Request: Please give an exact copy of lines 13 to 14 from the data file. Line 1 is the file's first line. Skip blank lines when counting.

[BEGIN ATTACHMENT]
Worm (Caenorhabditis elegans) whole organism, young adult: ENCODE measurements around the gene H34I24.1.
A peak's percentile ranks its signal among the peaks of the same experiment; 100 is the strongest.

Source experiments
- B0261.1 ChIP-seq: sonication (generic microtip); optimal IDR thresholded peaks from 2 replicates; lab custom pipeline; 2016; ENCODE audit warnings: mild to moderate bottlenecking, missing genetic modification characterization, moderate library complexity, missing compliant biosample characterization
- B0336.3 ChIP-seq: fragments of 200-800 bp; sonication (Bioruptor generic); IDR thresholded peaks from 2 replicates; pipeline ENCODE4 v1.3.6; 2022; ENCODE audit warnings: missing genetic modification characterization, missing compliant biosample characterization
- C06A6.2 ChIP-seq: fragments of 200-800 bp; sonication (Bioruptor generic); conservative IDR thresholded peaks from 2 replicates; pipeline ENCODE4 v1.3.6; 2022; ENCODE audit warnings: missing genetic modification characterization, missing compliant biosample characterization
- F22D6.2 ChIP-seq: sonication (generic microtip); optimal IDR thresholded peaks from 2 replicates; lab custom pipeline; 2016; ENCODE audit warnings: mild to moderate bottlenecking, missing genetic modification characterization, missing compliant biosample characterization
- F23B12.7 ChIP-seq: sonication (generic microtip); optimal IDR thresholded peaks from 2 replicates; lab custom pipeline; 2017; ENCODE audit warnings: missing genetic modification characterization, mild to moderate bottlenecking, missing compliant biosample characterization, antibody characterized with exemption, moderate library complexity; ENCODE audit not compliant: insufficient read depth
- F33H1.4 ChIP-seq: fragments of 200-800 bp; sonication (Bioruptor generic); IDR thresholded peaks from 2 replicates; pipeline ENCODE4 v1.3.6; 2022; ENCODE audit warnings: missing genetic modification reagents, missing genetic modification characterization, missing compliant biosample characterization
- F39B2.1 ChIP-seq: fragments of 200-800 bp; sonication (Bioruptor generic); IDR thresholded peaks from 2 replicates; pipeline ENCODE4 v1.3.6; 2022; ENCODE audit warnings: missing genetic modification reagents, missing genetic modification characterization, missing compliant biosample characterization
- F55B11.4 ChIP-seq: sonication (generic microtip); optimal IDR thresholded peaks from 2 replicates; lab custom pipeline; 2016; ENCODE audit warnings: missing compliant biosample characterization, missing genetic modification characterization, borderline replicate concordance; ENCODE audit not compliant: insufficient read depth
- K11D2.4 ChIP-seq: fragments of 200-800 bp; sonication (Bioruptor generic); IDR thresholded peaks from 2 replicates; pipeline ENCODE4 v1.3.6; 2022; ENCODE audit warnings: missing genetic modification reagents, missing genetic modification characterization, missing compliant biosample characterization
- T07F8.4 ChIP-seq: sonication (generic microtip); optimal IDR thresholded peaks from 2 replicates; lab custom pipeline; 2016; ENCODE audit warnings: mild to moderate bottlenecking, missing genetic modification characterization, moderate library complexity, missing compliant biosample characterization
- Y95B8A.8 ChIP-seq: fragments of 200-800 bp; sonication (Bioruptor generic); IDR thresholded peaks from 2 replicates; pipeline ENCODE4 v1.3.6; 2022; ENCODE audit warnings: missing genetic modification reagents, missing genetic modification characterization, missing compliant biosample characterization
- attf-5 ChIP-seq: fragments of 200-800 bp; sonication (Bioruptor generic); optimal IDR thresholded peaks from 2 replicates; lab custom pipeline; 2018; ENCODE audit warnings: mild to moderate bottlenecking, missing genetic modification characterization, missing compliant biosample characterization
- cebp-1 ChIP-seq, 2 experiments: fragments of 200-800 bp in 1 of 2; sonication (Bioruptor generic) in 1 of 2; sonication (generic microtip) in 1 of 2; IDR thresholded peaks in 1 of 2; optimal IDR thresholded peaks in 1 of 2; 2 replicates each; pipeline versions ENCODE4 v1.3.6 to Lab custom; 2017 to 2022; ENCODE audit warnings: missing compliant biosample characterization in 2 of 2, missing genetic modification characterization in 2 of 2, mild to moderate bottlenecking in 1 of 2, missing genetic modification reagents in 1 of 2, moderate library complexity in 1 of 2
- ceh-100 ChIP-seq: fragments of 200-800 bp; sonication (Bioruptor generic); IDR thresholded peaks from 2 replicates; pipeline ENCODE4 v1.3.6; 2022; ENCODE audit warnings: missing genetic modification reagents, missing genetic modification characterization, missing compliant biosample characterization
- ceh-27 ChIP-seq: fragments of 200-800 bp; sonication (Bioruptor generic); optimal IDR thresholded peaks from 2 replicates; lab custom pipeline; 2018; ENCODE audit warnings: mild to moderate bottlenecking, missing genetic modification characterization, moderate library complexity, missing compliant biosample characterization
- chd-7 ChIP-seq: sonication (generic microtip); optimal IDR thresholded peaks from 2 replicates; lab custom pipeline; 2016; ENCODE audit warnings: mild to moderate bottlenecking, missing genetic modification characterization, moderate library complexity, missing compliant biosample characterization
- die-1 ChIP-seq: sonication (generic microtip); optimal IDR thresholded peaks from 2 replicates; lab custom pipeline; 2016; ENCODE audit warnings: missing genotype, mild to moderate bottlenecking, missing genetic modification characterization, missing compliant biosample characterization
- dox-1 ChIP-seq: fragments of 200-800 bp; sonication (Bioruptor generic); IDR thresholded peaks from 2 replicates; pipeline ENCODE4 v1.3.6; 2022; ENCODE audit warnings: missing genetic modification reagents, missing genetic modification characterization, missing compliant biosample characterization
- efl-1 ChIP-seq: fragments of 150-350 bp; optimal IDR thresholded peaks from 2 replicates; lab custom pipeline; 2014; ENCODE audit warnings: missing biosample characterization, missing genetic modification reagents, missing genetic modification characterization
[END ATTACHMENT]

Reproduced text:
- T07F8.4 ChIP-seq: sonication (generic microtip); optimal IDR thresholded peaks from 2 replicates; lab custom pipeline; 2016; ENCODE audit warnings: mild to moderate bottlenecking, missing genetic modification characterization, moderate library complexity, missing compliant biosample characterization
- Y95B8A.8 ChIP-seq: fragments of 200-800 bp; sonication (Bioruptor generic); IDR thresholded peaks from 2 replicates; pipeline ENCODE4 v1.3.6; 2022; ENCODE audit warnings: missing genetic modification reagents, missing genetic modification characterization, missing compliant biosample characterization